Short selling rules issued as the practice is again allowed
Investors will face fines of up to 500 million won ($455,000) if they participate in the capital increase of a company they have shorted, while they will have to maintain records on short sales for five years.
After announcing that short selling would again be allowed from March 15, the Financial Services Commission (FSC) on Wednesday rolled out a series of measures designed to prevent abusive strategies related to the practice.
Short selling is when an investor borrows stock and sells that stock immediately in hopes of buying it back later at a lower price, repaying the loan and profiting from the difference.
Proponents say it improves liquidity and price discovery and takes the edge off of bubbles. Critics contend that it drives down prices.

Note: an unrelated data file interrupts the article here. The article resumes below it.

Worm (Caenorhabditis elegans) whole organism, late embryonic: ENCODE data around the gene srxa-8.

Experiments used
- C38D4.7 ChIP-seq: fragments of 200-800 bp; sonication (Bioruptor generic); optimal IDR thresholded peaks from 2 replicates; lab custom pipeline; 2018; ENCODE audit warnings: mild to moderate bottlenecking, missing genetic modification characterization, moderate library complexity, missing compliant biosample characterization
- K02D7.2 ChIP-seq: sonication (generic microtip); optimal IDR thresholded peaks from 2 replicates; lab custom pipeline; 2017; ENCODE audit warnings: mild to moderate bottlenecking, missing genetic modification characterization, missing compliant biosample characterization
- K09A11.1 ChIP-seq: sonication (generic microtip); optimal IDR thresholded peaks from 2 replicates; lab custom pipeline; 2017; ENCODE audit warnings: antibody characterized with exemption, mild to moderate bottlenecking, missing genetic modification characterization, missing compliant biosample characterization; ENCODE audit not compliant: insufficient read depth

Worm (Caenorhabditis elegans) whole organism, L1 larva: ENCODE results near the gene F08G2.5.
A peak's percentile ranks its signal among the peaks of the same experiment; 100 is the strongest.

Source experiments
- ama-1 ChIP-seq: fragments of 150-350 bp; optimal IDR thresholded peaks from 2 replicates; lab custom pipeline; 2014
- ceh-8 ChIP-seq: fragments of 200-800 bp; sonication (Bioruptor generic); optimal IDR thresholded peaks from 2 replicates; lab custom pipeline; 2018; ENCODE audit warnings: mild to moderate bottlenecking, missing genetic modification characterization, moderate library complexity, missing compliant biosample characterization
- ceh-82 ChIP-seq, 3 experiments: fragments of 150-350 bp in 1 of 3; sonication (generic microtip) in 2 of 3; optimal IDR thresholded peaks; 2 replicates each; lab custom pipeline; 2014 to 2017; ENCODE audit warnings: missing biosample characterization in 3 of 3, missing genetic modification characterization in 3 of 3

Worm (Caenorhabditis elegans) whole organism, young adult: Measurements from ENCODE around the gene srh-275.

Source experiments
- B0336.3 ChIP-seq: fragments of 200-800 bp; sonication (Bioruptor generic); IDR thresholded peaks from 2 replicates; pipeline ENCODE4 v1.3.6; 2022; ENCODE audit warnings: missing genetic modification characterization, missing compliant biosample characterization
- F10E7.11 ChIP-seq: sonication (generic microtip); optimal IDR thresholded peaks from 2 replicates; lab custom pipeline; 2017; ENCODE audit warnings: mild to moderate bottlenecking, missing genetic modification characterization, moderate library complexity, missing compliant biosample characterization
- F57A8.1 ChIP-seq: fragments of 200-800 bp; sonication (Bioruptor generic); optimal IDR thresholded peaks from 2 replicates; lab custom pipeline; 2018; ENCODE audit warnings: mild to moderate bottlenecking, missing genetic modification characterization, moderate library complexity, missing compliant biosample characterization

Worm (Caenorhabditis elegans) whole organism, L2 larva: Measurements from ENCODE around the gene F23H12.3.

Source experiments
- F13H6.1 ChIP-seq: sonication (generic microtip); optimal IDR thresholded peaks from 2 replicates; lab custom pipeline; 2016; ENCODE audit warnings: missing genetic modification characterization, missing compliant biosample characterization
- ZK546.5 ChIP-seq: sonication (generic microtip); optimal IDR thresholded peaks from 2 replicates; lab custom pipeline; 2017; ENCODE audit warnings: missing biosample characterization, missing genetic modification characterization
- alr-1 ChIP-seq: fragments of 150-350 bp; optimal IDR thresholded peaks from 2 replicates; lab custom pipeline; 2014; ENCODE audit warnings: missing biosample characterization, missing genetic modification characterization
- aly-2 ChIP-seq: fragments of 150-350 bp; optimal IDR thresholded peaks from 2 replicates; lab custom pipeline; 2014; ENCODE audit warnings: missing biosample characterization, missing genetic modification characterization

According to the FSC, the punitive measures are to prevent investors from profiting by lowering the value of a company by short selling and then buying the stock of that same company on the cheap when it seeks to raise capital.
Naked short selling, when investors sell short without even borrowing the stock in the first place, will also be targeted by the authorities.
All short selling information, including the amount of order, the date on which the short selling contract was made and the commission, have to be retained for five years. This includes orders made via mobile messengers such as Kakao Talk and by e-mail.
Individuals violating the mandatory storage of information rule will face fines of up to 30 million won, and businesses 60 million won.
In March 2020, the government banned all short selling, as it was seen contributing to declines in stock prices.
The Kospi, which fell to 1,400 due to the economic impact of the pandemic last year, quickly recovered and has since broken 3,000.
BY LEE HO-JEONG [firstname.lastname@example.org]
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